Health regulations continued into 2021–22 and viewing quarterly trends provides insights into how services continued to adapt treatment practices. Nationally, the general pattern of AOD treatment showed an initial drop across most main treatments in wave one (Apr–Jun 2020) followed by increases in subsequent months before decreasing again in waves three and four (Apr–Dec 2021). This quarterly pattern shows that, for most treatments, the total number of closed treatment episodes remained lower in 2021–22 compared with previous years of the COVID-19 pandemic.
The type of main AOD treatment and where it is delivered are closely linked. For example:
- Adapting service delivery for treatment types such as assessments, counselling, and support and case management to better suit online or offsite (home) treatment settings. The increased reporting of ‘other’ treatment settings may reflect agencies adapting to telephone/video conference consultations.
- Treatment types provided by outreach services were limited due to the face-to-face nature of this service delivery.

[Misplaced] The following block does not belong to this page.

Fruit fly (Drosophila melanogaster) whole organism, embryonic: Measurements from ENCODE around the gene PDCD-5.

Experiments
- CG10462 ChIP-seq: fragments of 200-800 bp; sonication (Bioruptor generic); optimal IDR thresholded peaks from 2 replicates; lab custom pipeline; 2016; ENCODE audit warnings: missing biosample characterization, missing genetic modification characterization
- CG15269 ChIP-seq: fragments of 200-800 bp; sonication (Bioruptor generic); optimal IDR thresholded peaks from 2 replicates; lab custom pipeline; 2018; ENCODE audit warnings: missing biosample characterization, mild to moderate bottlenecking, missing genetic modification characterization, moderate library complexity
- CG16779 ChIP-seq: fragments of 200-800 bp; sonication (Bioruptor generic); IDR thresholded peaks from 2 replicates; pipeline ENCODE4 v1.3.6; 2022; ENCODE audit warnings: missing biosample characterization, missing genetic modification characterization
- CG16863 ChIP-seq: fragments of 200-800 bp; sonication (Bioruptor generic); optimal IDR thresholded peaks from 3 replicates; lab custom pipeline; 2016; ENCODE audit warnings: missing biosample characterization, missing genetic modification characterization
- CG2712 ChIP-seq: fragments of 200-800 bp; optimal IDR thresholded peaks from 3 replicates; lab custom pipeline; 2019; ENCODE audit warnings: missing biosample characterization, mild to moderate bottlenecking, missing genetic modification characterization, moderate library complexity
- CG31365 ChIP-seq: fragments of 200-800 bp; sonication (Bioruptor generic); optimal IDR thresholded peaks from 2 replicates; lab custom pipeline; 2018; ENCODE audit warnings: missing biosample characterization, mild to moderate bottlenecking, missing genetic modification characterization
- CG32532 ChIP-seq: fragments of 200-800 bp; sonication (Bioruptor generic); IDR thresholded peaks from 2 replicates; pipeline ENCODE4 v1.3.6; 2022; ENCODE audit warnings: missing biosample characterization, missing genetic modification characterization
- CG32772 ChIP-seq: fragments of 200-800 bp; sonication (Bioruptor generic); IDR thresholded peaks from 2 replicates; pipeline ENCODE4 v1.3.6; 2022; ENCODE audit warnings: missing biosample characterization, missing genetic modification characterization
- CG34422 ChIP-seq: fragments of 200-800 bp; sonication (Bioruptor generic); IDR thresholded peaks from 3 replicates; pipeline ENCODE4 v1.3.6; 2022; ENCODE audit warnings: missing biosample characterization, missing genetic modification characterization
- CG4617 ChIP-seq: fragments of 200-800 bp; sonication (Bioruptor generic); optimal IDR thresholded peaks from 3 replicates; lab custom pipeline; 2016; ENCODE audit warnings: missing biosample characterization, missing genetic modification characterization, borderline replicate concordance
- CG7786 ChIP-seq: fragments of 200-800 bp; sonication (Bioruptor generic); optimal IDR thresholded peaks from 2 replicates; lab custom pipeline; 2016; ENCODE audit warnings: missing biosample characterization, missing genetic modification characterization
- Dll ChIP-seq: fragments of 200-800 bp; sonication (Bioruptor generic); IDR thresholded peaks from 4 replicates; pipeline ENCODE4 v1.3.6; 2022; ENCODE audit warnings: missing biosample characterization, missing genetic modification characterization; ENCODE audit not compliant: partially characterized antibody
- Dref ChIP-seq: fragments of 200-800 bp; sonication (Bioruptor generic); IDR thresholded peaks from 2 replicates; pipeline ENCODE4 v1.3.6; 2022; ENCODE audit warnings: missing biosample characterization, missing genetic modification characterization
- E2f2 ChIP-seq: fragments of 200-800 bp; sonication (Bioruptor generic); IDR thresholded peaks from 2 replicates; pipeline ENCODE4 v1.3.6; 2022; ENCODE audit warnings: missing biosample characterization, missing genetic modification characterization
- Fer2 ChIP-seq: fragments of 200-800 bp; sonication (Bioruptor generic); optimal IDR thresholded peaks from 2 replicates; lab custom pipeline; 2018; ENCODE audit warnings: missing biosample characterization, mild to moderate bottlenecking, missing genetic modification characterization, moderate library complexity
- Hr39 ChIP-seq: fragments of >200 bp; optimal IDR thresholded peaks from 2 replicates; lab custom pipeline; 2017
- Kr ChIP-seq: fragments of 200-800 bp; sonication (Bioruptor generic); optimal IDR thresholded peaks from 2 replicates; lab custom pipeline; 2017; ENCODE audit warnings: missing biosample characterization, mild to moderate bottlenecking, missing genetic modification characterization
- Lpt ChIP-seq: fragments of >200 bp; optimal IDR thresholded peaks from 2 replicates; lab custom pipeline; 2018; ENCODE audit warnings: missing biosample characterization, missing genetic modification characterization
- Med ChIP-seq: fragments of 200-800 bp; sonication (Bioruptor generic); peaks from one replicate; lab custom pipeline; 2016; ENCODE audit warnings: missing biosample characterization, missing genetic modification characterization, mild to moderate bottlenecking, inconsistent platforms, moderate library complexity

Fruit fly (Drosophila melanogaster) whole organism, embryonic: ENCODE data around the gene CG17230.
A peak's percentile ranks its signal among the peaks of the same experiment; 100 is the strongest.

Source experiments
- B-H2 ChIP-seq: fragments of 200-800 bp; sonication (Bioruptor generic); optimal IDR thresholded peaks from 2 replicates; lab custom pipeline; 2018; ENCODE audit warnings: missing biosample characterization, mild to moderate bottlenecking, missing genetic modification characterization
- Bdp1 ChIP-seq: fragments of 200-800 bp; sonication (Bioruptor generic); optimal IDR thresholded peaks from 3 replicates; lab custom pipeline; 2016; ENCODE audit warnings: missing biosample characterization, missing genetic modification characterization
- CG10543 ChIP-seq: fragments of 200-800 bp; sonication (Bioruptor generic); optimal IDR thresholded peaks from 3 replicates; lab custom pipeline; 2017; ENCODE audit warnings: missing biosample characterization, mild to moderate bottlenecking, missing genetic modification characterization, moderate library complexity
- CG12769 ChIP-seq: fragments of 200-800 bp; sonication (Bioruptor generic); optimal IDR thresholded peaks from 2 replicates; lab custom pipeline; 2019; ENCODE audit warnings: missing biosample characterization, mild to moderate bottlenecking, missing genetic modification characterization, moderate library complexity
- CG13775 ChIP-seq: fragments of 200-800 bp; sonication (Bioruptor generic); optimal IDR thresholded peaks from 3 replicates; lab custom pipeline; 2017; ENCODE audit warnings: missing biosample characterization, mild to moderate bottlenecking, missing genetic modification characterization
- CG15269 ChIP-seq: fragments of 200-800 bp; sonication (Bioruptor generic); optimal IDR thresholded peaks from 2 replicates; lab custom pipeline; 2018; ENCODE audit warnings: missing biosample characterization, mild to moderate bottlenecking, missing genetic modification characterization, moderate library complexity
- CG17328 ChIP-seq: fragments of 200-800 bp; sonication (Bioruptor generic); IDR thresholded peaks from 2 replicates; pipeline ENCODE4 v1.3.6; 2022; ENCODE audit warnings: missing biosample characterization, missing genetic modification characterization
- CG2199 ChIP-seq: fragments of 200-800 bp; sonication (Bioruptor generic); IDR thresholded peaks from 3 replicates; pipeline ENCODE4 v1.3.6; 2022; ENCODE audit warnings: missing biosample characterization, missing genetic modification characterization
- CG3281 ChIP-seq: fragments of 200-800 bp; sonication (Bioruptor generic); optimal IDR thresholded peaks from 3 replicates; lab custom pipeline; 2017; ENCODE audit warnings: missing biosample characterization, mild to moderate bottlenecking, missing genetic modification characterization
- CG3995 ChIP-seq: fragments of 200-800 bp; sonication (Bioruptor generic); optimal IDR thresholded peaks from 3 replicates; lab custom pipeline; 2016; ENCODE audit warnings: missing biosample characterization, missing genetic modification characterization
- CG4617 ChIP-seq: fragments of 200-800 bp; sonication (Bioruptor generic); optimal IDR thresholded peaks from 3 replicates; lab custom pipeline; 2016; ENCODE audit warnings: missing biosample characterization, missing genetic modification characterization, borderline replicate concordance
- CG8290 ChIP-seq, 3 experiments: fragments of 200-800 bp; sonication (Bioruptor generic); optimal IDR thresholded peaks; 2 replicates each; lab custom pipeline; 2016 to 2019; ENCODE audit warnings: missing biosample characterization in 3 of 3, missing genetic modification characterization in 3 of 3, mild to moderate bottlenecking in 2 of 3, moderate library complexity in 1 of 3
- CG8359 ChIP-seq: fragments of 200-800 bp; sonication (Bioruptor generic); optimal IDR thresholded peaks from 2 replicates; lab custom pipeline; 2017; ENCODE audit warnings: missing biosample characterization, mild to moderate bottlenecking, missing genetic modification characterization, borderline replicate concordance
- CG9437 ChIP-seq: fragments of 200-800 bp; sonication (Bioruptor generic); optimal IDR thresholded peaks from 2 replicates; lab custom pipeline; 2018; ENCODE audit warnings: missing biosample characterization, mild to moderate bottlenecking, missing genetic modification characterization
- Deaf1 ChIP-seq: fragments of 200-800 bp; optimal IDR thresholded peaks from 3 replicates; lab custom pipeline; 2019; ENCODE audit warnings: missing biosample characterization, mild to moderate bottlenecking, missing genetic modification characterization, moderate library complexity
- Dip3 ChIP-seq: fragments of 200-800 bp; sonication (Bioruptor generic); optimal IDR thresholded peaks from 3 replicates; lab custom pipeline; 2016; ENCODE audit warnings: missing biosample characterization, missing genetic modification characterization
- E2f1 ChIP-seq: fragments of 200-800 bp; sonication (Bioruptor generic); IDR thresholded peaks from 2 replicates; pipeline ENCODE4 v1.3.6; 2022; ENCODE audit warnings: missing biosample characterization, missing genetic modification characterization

- An increase in treatment types provided in non-residential treatment settings and the decreases in other delivery settings reflects services adapting to provide some treatments in different settings.
- Rehabilitation is mainly provided in a residential setting; decreases in bed-based rehabilitation service settings were due to continued public health restrictions, which reduced client capacity and thus availability of treatment places.
- Changes in treatment provided and where it was delivered during the four waves of COVID-19 were more noticeable in Major cities and Inner regional areas than other areas. The greater volume of clients and services in these areas contributed to these changes.
Note that the trends have been identified nationally and by remoteness areas; individual jurisdiction trends may differ.
The collection period for the Alcohol and Other Drug Treatment Services National Minimum Data Set (AODTS NMDS) is by financial year. To examine the impact of the pandemic, closed treatment episode data from 2018–19, 2019–20, 2020–21 and 2021–22 were analysed by quarterly periods and compared.
Comparison of quarterly financial year episode data allows for data collected for the four main waves of COVID-19 to be compared across 2018–19 (prior to COVID-19), 2019–20, 2020–21 and 2021–22 collection periods (Figure COVID 1).
Financial year data include treatment episodes that ended within the period and excludes those that were ongoing or new (not closed) within the reporting year. This will lead to an underestimation of the number of treatment episodes presented in this analysis. Quarters are presented as financial year quarters in this analysis; Q1=Jul–Sep, Q2=Oct–Dec, Q3=Jan–Mar, Q4=Apr–Jun.
For further information, see Key terminology and glossary.